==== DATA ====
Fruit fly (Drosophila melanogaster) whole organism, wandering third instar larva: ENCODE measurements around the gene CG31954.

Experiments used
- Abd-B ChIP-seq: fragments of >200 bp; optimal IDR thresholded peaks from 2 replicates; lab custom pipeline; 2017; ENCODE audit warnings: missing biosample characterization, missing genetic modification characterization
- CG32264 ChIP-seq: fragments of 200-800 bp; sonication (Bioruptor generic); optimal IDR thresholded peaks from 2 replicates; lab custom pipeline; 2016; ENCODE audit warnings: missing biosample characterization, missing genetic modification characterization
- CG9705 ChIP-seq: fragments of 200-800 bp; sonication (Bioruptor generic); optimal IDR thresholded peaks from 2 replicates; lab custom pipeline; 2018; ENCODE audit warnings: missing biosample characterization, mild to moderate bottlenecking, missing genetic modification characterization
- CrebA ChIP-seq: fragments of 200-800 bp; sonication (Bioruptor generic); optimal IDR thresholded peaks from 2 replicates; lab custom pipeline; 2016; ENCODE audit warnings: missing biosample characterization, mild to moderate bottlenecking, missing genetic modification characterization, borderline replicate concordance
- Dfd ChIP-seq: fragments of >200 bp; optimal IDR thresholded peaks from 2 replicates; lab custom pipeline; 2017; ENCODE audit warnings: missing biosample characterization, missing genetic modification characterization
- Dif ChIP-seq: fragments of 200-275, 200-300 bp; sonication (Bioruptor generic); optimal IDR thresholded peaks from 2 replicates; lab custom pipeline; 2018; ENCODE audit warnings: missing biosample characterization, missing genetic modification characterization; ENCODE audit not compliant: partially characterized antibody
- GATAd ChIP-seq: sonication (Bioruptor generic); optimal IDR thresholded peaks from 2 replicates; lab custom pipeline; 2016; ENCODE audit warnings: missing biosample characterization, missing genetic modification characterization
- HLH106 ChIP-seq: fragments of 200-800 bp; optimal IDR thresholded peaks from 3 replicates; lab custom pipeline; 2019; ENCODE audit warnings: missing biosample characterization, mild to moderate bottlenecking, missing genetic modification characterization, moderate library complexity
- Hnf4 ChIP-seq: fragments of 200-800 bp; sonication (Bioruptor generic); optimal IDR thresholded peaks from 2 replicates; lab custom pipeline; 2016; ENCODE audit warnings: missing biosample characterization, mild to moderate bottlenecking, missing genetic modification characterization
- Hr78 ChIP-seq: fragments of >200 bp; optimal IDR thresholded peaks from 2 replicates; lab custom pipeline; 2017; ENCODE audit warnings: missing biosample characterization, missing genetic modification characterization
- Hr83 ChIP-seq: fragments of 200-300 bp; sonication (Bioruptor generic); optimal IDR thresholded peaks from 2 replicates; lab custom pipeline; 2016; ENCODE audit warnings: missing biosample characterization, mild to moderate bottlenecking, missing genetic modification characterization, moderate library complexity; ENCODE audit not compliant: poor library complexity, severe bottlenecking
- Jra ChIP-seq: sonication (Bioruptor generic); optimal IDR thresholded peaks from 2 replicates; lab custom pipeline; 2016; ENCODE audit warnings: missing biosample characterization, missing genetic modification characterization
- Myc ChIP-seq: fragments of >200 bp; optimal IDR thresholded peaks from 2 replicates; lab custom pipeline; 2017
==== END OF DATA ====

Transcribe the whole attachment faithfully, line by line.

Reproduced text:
Fruit fly (Drosophila melanogaster) whole organism, wandering third instar larva: ENCODE measurements around the gene CG31954.

Experiments used
- Abd-B ChIP-seq: fragments of >200 bp; optimal IDR thresholded peaks from 2 replicates; lab custom pipeline; 2017; ENCODE audit warnings: missing biosample characterization, missing genetic modification characterization
- CG32264 ChIP-seq: fragments of 200-800 bp; sonication (Bioruptor generic); optimal IDR thresholded peaks from 2 replicates; lab custom pipeline; 2016; ENCODE audit warnings: missing biosample characterization, missing genetic modification characterization
- CG9705 ChIP-seq: fragments of 200-800 bp; sonication (Bioruptor generic); optimal IDR thresholded peaks from 2 replicates; lab custom pipeline; 2018; ENCODE audit warnings: missing biosample characterization, mild to moderate bottlenecking, missing genetic modification characterization
- CrebA ChIP-seq: fragments of 200-800 bp; sonication (Bioruptor generic); optimal IDR thresholded peaks from 2 replicates; lab custom pipeline; 2016; ENCODE audit warnings: missing biosample characterization, mild to moderate bottlenecking, missing genetic modification characterization, borderline replicate concordance
- Dfd ChIP-seq: fragments of >200 bp; optimal IDR thresholded peaks from 2 replicates; lab custom pipeline; 2017; ENCODE audit warnings: missing biosample characterization, missing genetic modification characterization
- Dif ChIP-seq: fragments of 200-275, 200-300 bp; sonication (Bioruptor generic); optimal IDR thresholded peaks from 2 replicates; lab custom pipeline; 2018; ENCODE audit warnings: missing biosample characterization, missing genetic modification characterization; ENCODE audit not compliant: partially characterized antibody
- GATAd ChIP-seq: sonication (Bioruptor generic); optimal IDR thresholded peaks from 2 replicates; lab custom pipeline; 2016; ENCODE audit warnings: missing biosample characterization, missing genetic modification characterization
- HLH106 ChIP-seq: fragments of 200-800 bp; optimal IDR thresholded peaks from 3 replicates; lab custom pipeline; 2019; ENCODE audit warnings: missing biosample characterization, mild to moderate bottlenecking, missing genetic modification characterization, moderate library complexity
- Hnf4 ChIP-seq: fragments of 200-800 bp; sonication (Bioruptor generic); optimal IDR thresholded peaks from 2 replicates; lab custom pipeline; 2016; ENCODE audit warnings: missing biosample characterization, mild to moderate bottlenecking, missing genetic modification characterization
- Hr78 ChIP-seq: fragments of >200 bp; optimal IDR thresholded peaks from 2 replicates; lab custom pipeline; 2017; ENCODE audit warnings: missing biosample characterization, missing genetic modification characterization
- Hr83 ChIP-seq: fragments of 200-300 bp; sonication (Bioruptor generic); optimal IDR thresholded peaks from 2 replicates; lab custom pipeline; 2016; ENCODE audit warnings: missing biosample characterization, mild to moderate bottlenecking, missing genetic modification characterization, moderate library complexity; ENCODE audit not compliant: poor library complexity, severe bottlenecking
- Jra ChIP-seq: sonication (Bioruptor generic); optimal IDR thresholded peaks from 2 replicates; lab custom pipeline; 2016; ENCODE audit warnings: missing biosample characterization, missing genetic modification characterization
- Myc ChIP-seq: fragments of >200 bp; optimal IDR thresholded peaks from 2 replicates; lab custom pipeline; 2017